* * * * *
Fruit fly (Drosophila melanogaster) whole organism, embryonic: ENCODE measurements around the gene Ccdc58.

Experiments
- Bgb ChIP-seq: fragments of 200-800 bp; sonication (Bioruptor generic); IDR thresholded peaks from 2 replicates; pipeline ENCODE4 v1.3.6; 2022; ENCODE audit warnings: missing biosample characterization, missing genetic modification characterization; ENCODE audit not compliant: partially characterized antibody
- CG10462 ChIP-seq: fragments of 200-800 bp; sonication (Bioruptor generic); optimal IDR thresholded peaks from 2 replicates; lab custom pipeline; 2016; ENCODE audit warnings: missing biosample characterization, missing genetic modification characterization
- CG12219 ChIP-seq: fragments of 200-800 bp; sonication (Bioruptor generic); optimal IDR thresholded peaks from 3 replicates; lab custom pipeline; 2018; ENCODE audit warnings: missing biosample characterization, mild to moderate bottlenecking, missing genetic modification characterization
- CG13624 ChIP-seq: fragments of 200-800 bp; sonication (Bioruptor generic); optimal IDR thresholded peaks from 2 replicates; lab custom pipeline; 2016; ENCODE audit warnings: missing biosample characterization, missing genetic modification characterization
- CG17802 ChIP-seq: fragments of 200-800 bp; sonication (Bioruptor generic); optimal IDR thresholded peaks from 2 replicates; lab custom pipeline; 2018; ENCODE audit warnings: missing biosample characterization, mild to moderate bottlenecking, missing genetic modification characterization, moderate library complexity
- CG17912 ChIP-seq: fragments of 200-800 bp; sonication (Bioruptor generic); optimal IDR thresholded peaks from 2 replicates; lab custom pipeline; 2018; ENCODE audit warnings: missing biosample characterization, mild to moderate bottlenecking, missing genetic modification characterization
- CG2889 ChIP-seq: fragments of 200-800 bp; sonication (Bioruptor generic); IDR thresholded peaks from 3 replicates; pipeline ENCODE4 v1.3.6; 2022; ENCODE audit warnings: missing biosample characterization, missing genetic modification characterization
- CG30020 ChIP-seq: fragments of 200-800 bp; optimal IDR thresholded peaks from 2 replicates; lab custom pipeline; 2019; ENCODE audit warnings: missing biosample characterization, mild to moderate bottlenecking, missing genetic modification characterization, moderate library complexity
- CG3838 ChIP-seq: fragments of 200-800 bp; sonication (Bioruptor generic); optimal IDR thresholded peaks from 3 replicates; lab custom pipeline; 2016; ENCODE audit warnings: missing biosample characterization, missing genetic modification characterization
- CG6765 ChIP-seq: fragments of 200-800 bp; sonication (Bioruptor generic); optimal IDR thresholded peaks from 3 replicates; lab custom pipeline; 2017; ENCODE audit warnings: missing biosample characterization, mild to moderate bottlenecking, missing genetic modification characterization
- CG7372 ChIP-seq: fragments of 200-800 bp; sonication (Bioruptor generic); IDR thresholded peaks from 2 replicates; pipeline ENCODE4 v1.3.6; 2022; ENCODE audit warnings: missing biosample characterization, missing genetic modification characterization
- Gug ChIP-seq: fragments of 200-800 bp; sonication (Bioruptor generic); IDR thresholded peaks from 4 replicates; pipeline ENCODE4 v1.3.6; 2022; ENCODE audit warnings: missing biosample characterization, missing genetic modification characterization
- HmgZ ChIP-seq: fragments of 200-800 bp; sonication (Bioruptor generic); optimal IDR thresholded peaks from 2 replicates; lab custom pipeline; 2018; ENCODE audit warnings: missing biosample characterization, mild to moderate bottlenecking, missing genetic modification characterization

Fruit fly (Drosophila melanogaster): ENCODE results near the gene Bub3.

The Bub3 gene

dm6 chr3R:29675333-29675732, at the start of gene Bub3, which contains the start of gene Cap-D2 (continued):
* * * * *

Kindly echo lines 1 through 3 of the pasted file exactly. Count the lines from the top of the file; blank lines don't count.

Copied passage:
Fruit fly (Drosophila melanogaster) whole organism, embryonic: ENCODE measurements around the gene Ccdc58.

Experiments
- Bgb ChIP-seq: fragments of 200-800 bp; sonication (Bioruptor generic); IDR thresholded peaks from 2 replicates; pipeline ENCODE4 v1.3.6; 2022; ENCODE audit warnings: missing biosample characterization, missing genetic modification characterization; ENCODE audit not compliant: partially characterized antibody